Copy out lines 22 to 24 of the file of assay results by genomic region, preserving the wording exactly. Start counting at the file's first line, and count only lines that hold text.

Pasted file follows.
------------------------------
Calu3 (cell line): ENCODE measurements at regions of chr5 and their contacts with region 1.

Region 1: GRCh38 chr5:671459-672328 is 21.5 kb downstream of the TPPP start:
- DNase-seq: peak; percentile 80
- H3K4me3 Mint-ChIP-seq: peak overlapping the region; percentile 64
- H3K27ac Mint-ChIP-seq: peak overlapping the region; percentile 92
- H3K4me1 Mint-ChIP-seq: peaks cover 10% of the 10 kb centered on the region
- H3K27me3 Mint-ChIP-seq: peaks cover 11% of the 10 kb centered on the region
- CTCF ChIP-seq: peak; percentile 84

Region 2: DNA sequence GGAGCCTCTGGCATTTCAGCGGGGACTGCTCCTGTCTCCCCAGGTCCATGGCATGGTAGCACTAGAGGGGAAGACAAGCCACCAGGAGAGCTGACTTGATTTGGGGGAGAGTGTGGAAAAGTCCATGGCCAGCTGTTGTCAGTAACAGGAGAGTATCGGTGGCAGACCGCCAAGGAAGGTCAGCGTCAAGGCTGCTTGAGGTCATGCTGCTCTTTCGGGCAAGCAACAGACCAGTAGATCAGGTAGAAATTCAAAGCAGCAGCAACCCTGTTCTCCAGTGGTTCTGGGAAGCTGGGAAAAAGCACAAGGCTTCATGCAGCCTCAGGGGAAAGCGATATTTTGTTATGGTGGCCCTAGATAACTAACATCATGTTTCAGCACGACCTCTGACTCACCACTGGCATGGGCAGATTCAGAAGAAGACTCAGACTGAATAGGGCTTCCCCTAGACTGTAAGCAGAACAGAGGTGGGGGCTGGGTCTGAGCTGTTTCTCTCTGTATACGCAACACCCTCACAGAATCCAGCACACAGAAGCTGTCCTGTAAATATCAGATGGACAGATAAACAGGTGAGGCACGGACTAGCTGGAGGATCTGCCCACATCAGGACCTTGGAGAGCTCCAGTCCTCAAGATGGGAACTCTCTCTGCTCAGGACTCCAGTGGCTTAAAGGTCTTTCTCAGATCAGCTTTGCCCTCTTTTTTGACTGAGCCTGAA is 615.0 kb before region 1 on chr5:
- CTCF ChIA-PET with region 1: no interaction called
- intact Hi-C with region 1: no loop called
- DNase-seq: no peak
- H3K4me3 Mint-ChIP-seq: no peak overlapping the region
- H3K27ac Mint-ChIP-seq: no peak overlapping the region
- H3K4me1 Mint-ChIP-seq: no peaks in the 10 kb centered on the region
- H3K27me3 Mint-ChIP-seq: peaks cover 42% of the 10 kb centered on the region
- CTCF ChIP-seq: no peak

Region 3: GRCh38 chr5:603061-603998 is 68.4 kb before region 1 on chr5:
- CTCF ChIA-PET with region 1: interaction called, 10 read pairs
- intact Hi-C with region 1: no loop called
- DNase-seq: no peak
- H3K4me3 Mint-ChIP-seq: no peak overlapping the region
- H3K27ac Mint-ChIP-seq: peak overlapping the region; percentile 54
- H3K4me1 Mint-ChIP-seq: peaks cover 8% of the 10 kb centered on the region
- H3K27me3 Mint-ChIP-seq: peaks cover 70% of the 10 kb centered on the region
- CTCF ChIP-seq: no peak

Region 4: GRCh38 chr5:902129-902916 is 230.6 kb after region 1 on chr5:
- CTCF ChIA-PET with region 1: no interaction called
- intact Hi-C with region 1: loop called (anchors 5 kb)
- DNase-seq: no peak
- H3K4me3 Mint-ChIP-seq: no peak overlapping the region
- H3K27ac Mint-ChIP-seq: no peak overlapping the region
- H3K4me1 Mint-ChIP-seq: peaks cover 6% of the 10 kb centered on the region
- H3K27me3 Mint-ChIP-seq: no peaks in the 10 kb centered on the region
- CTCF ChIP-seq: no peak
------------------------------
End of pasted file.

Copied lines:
- H3K4me3 Mint-ChIP-seq: no peak overlapping the region
- H3K27ac Mint-ChIP-seq: peak overlapping the region; percentile 54
- H3K4me1 Mint-ChIP-seq: peaks cover 8% of the 10 kb centered on the region